half turning himself at the sound. "I must go to him."
She drew in her breath sharply, and rose to her feet.
"Bear a message to John," she said. "Not pourings of water, nor white robes; not times and seasons, nor feasts in darkness and silence, shall hasten the kingdom of heaven; neither formulas, nor phylacteries, nor madness on the Sabbath. Above all, no selfish, proud isolation shall usher in the glorious reign of the Messiah. These holy men,—these Essenes,—are but stricter, sterner, nobler Pharisees. Tell thy cousin to take all the noble and fine, to reject all the selfish and unmeaning, in their lives. Doctrine is not in heaven. Not by fasts and scourgings, not by vigils and scruples about the law; not by selfishly shutting out the world, but by taking all poor, suffering, erring, striving humanity into his heart will he become the true Elias."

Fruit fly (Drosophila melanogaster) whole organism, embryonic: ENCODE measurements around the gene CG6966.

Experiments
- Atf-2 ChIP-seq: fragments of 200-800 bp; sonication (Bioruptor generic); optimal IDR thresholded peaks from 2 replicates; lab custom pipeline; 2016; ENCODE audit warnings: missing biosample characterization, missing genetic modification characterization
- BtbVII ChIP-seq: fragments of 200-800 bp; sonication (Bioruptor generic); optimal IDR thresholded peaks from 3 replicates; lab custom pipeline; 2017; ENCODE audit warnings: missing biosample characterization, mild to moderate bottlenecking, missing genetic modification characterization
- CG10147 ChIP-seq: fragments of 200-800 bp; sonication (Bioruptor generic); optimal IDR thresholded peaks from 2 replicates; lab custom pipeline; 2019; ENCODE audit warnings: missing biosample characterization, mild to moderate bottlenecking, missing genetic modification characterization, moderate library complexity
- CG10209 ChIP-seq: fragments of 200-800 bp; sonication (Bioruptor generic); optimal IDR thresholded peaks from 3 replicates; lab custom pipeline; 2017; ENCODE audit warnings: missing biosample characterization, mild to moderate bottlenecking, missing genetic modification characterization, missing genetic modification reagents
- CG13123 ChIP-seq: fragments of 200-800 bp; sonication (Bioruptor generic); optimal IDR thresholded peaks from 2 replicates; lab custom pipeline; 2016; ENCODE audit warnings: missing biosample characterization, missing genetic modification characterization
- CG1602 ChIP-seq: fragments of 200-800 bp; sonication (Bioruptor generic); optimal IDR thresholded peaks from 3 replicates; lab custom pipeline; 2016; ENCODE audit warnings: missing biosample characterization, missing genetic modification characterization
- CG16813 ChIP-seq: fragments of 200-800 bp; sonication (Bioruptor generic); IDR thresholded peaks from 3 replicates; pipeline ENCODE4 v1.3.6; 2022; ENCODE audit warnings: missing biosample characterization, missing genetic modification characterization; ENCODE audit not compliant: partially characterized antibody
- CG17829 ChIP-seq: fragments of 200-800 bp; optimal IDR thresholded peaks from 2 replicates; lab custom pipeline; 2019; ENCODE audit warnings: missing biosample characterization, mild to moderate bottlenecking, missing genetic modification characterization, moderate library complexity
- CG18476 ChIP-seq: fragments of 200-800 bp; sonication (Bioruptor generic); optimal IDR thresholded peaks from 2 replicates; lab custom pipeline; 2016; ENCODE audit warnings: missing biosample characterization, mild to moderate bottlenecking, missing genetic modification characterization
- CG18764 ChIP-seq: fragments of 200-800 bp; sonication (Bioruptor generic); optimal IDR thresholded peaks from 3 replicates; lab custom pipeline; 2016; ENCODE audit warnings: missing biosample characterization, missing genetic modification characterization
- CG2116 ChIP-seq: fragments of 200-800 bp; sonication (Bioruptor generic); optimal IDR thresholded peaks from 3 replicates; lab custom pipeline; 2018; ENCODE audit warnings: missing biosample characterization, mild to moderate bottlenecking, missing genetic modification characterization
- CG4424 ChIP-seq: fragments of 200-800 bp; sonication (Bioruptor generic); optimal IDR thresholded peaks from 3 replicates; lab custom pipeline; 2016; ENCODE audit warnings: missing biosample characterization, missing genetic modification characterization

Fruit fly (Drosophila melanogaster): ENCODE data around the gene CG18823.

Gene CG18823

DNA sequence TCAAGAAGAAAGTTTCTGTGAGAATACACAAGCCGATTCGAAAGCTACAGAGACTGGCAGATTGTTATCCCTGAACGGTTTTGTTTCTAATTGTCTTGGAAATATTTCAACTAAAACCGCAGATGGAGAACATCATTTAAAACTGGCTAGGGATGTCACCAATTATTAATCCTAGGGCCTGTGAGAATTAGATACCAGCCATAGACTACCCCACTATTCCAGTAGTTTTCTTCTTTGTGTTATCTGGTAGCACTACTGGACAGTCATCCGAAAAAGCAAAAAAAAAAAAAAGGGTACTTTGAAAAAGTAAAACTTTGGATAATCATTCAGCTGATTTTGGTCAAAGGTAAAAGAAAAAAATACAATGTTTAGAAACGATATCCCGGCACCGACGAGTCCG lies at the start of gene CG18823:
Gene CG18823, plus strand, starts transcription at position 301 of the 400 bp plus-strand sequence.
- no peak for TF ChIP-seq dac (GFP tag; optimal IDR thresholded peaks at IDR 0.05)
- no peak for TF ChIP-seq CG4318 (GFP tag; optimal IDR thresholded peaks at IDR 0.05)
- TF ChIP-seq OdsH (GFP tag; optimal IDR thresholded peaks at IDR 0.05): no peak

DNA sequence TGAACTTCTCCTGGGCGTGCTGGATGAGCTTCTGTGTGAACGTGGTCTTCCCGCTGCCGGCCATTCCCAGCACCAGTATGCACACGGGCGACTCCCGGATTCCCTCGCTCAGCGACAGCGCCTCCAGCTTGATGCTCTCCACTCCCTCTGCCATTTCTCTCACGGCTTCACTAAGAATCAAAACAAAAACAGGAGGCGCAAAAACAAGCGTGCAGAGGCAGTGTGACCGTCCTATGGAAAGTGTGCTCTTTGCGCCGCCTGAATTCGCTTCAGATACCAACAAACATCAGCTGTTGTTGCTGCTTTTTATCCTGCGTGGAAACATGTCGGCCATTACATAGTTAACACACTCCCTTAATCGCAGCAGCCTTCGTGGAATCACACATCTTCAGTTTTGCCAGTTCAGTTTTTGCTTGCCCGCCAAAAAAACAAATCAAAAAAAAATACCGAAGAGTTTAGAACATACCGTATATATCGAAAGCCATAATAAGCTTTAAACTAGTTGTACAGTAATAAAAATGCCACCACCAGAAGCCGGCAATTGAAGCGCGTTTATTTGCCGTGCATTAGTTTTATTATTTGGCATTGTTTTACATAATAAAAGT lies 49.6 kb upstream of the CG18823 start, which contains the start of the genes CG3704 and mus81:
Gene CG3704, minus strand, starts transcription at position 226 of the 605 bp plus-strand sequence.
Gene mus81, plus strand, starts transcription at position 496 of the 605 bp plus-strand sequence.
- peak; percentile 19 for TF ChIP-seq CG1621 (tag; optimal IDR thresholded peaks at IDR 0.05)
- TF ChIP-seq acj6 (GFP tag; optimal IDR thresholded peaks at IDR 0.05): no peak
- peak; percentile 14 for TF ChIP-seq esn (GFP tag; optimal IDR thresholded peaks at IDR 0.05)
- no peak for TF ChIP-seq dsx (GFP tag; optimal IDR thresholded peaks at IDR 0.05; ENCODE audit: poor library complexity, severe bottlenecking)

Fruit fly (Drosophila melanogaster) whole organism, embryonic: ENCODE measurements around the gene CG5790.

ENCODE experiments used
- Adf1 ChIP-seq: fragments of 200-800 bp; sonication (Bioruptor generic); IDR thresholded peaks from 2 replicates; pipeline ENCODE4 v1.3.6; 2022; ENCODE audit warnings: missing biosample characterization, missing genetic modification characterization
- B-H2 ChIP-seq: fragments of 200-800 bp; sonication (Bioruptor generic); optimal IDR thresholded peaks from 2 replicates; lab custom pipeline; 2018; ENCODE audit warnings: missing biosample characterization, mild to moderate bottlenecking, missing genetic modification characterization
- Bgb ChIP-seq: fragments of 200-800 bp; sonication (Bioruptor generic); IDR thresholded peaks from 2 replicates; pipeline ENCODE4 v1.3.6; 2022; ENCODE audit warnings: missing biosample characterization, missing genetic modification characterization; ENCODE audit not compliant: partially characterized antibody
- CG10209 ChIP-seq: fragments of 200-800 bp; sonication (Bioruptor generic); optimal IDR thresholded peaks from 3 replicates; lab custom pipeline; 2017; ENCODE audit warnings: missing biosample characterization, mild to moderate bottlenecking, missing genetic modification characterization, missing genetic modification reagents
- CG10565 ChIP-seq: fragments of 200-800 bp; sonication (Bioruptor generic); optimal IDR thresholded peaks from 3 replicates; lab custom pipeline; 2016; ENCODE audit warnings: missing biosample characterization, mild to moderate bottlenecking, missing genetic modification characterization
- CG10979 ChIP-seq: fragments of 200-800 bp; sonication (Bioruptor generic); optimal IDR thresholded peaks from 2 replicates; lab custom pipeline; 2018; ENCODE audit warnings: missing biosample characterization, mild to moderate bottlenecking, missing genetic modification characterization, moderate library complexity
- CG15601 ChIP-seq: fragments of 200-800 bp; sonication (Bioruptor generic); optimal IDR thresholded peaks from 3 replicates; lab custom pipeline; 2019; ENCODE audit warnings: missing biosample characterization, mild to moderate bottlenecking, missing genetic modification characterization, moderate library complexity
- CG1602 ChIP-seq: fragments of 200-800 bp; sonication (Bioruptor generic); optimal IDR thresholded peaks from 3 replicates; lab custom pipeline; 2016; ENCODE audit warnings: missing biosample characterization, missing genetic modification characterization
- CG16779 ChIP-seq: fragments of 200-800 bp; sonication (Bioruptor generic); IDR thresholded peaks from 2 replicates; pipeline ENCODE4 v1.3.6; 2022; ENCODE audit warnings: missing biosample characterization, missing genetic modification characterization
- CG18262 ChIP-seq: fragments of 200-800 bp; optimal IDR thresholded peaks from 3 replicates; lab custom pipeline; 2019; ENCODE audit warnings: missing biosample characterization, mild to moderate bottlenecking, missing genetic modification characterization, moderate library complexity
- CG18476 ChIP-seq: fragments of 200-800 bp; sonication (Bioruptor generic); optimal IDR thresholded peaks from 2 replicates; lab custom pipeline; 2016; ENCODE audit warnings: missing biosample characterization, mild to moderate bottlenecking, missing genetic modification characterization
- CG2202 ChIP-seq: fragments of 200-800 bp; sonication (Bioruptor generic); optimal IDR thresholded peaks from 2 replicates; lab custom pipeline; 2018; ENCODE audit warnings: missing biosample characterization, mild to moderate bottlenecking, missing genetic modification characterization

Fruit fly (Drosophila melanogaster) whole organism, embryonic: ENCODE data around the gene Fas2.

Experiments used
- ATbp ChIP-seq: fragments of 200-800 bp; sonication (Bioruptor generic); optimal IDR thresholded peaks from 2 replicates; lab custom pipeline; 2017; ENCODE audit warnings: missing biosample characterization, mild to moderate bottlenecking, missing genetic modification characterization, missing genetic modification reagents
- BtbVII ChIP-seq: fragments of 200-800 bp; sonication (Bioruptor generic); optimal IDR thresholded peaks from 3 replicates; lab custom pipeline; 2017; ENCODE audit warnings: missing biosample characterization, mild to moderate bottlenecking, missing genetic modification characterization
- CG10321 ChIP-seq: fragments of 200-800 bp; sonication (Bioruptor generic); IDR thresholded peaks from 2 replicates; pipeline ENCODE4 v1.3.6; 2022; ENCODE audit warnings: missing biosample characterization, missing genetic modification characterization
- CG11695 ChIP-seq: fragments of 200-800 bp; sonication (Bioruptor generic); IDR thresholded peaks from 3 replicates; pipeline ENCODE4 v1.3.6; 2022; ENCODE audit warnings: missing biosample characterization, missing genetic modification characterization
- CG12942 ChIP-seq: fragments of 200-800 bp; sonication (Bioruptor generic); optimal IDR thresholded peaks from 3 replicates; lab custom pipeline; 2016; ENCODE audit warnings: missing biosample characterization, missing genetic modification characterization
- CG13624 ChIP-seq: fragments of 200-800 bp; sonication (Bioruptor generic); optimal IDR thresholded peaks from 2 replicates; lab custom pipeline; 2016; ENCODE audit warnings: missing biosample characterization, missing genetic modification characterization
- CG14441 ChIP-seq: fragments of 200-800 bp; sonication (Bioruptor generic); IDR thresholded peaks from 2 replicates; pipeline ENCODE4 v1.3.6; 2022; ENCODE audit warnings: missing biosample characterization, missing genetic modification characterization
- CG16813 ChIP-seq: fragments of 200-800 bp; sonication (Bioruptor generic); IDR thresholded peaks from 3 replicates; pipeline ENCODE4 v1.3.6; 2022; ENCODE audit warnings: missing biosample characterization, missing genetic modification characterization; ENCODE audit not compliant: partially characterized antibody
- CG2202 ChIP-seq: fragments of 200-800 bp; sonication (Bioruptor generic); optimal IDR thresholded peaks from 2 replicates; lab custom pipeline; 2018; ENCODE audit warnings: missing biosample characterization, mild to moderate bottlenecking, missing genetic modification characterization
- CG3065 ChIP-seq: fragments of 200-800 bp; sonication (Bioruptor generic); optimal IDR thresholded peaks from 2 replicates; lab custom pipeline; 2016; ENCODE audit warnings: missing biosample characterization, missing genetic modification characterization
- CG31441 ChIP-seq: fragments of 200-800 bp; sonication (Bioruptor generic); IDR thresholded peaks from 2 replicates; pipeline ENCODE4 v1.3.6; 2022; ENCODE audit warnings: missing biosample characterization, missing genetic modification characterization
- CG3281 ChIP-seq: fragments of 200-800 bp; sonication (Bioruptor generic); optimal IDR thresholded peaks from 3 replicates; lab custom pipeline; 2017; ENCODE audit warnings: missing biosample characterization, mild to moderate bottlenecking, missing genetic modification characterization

There was a breathless, thrilling moment of perfect silence as the glowing eyes of the mother looked deep into the astonished, questioning eyes of the son.
Then she rested both hands on his shoulders and spoke almost in a whisper.
"As for thee, the time is now come. Does my son know what this day means?"
He looked at her wonderingly and was silent.
The mother spoke: